Fortepianist Sylvia Berry specializes in music of the late 18th and early 19th centuries, and has performed widely as both soloist and chamber musician. Benjamin Dunham of Early Music America stated of a solo appearance: “Berry revealed a poetic sensibility and a willingness to draw listeners in with spaces to pause and reflect… while up-tempo movements were handled with verve.” Her work in Opera Boston’s production of La clemenza di Tito led Lloyd Schwartz to write in the Boston Phoenix, “Special applause for continuo fortepianist Sylvia Berry, [who played] as if she were one of the actors.” Since moving to Boston in 2005 she has performed regularly in the area, quickly becoming a favorite in Boston and beyond through her exciting performances and informative commentary about the music and the instruments she plays. She has also concertized on harpsichord, organ, and clavichord.
For her first commercial CD Sylvia has chosen the music of Franz Joseph Haydn (1732-1809), a composer whose music she has long felt an affinity for. Having assiduously studied his keyboard output, it had long been a dream to play his London works (which comprise solo sonatas, piano trios, and songs) on an English piano. The opportunity finally presented itself in 2011 when she began playing an 1806 Broadwood and Son grand that was meticulously restored by her husband, Dale Munschy. The act of “transferring” these works from the Viennese pianos on which she had learned them to the Broadwood was electrifying. Not only did she get a sense of the surprise and wonder Haydn must have felt upon encountering these pianos - which are very different from the Viennese instruments he knew so well - but countless aspects of the music he wrote for them roared to life.
Naturally, there is also a certain excitement in playing an instrument built during Haydn’s lifetime. Haydn met John Broadwood (1732-1812), the premier keyboard instrument builder in London, during his first visit to the city in 1791. Broadwood gave Haydn space to compose in his workshop, affording the composer ample time to accustom himself to Broadwood’s pianos. Though the Broadwood used in this recording was built roughly ten years after Haydn’s second visit in 1794-95, the tone, timbre, and touch are virtually the same.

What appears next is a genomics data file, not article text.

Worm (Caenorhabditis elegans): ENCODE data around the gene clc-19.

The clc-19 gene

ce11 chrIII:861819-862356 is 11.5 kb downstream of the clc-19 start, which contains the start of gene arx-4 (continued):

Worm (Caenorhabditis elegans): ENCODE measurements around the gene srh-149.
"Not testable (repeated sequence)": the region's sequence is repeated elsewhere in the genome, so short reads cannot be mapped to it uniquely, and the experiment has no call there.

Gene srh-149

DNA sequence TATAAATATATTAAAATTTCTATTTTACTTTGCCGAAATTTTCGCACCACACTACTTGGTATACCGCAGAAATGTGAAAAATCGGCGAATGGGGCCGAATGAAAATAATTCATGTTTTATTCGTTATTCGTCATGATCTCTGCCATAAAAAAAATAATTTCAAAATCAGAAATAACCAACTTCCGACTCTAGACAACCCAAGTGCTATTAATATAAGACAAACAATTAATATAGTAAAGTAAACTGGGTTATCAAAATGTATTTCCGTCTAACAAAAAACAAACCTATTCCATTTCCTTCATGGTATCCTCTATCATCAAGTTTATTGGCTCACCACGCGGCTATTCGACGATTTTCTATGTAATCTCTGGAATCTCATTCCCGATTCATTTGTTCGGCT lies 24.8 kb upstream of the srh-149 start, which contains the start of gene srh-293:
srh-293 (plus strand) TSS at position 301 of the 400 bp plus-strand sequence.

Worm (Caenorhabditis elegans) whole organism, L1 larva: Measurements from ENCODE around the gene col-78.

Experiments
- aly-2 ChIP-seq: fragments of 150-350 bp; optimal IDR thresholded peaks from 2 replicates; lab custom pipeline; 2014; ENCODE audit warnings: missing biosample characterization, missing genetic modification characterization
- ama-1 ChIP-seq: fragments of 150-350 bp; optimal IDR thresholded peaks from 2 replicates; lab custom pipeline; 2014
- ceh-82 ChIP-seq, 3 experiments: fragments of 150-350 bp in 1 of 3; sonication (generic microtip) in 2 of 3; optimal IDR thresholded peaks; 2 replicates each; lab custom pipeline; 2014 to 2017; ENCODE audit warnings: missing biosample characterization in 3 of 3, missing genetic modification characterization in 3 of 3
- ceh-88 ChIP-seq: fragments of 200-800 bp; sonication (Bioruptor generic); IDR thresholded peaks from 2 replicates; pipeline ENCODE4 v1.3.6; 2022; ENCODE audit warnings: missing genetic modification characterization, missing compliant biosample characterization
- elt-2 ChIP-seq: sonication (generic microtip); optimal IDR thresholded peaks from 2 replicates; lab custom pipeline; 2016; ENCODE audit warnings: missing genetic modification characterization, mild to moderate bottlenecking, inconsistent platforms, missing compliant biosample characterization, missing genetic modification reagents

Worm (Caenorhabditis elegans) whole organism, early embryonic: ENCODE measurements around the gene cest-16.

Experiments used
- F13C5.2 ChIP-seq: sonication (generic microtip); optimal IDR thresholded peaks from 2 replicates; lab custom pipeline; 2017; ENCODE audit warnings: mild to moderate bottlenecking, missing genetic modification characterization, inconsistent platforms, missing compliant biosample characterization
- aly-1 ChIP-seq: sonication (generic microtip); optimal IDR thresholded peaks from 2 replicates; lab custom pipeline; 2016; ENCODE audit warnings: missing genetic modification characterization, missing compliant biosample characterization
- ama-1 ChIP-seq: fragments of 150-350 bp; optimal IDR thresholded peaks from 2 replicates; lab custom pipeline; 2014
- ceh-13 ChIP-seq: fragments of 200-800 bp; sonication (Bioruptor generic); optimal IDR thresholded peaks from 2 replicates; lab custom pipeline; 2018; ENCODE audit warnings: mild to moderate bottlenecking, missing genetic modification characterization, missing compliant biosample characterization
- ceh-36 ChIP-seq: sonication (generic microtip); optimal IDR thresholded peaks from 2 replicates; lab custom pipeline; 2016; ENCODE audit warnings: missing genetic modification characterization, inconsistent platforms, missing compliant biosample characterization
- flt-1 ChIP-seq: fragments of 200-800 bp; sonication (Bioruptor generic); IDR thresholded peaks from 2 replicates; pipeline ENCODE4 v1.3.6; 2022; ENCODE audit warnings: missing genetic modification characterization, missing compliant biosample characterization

On a more personal level, Ms. Berry has always enjoyed the fact that the “London” works were written for women whom Haydn befriended during the first of his two visits. Of his three “London” sonatas, two (Hob. XVI: 50 and 52) were written for the celebrated virtuosa Theresa Jansen Bartolozzi, while the last (Hob. XVI: 51) was written for Maria Hester Park, a pianist and teacher of note in England. There is a marked difference in character between the Bartolozzi and Park sonatas, illustrating that Haydn knew well the personality and musicianship of both women. Throughout his career Haydn tailored works to numerous dedicatees, including several woman whose musicality he respected immensely.
Also included in this recording are two smaller works – the Adagio in G major Hob. XV:22/II composed in 1794, and the Variations on “Gott erhalte Franz den Kaiser" (Hob. XVII: Anhang) written in 1797. While the Variations were not written in London, Haydn’s inspiration for the theme was the British national anthem.
Haydn in London: The Piano Sonatas, will appear on the Acis label, helmed by Geoffrey Silver.
Have a question? If the info above doesn't help, you can ask the project creator directly.
Support this project
- (30 days)